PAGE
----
Here are the FOUR BASIC OPTIONS for investing in options [pardon the pun]:
Here are times when I think it is safe to use Options:
1. When you have bought the actual stock (say, 1,000 shares of Apple, Inc. – Stock Symbol: AAPL), but are worried that they might drop, even though your are fairly certain that they are about to skyrocket (still sounds like speculating to me). Then you might buy 10 lots of Put Options, which (for a small premium that you essentially ‘lose’) will protect you against a price drop: you get to sell them to the sucker who sold the Put for the agreed price (usually, what you paid for the shares BEFORE they tanked … nice!).
In practice, I only buy stocks that I think are undervalued, will go up over time (I don’t really care when), hence am quite happy to hold on to – if I get caught in a down market, I will likely hold if I happen to get caught out. More likely, I will have already traded out of it using technicals (i.e. black magic and witchcraft … it’s little more than that), and use a Trailing Stop Loss to help protect me if the stock should fall.
I happen to prefer carrying the risk of a sudden and catastrophic crash rather than paying the small’ish premium for the Put. But, could equally recommend buying the Put. Personal choice, I guess.
2. When I own a stock that I think will trend up over time … isn’t that all of them 😉 … but, not dramatically so, then I may Sell a Covered Call (means that I also own the underlying stock), which is almost like ‘renting’ the stock out to somebody else for a few days/weeks and getting a small premium. Surprisingly, unlike selling the deceptively similar so-called ‘naked’ call (where I don’t actually own the underlying stock) this is a super-low-risk strategy … low, in that you don’t see yourself losing money.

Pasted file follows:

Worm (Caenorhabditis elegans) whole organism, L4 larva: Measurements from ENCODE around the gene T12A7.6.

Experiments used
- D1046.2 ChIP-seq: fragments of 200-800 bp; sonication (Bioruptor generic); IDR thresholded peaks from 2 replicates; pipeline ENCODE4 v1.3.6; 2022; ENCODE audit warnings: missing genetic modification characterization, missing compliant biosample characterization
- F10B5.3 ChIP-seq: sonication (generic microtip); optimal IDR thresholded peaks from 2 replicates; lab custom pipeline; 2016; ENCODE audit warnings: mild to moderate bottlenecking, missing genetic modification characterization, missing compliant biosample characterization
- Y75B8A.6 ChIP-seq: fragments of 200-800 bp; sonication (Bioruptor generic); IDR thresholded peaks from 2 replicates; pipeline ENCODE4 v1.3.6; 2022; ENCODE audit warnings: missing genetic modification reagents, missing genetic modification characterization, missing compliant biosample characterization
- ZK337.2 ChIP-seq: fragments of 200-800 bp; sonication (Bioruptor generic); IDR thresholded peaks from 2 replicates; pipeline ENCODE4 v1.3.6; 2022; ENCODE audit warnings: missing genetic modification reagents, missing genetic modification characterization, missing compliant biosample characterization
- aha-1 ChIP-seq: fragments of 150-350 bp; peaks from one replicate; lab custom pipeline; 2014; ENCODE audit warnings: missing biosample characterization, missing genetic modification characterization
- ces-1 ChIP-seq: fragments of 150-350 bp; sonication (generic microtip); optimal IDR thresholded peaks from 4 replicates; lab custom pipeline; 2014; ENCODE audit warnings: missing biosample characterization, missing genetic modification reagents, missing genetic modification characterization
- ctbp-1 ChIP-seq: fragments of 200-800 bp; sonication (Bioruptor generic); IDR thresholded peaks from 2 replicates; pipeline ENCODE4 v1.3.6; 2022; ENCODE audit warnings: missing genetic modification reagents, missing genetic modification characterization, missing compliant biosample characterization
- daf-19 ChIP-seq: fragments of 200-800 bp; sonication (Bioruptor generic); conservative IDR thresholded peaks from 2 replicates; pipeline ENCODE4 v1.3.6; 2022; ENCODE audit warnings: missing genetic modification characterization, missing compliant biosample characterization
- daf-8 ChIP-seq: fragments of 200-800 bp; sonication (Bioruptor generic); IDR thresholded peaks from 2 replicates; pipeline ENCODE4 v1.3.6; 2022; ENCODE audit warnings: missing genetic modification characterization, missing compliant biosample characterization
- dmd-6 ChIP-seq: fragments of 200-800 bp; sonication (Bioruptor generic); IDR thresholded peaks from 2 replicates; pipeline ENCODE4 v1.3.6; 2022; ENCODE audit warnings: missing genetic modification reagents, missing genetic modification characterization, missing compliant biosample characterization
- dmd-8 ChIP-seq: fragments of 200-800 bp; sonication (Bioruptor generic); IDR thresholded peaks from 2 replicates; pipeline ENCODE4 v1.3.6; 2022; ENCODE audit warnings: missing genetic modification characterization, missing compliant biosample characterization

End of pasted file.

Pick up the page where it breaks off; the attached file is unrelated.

In actual fact, you can lose money when the share goes up higher than the sell price that you set on the call and you have to hand them over to the buyer, while watching the price shoot up even further – to his benefit, not yours! So, it works best with a stock mildly rising in price (of course, the market is not always stupid and reflects volatility in the price of the option).
3. When you are retired and want to shift most of your money into nice, safe, boring inflation-protected Bonds (TIPS from within a tax-shelter; certain MUNI’s outside), but still want a little ‘gamble’ on the stock market. Then, why don’t you allocate, say, 5% of your portfolio and Buy some calls over a whole of market ETF (I know, I know … just yesterday I said that ETF’s were yada yada yada … this is a Making Money 301 wealth-preservation strategy; that’s a whole different enchilada to what we were talking about yesterday!)
… but, before you even think about 3. (a) buy a copy of Zvi Bodie’s excellent book for retirees: Worry Free Investment and (b) see a financial adviser (this is your whole future, we’re talking about).
Now, this wasn’t meant to be a primer on Options, so forgive me if I cut a few corners … I just wanted to let you know where I would consider them …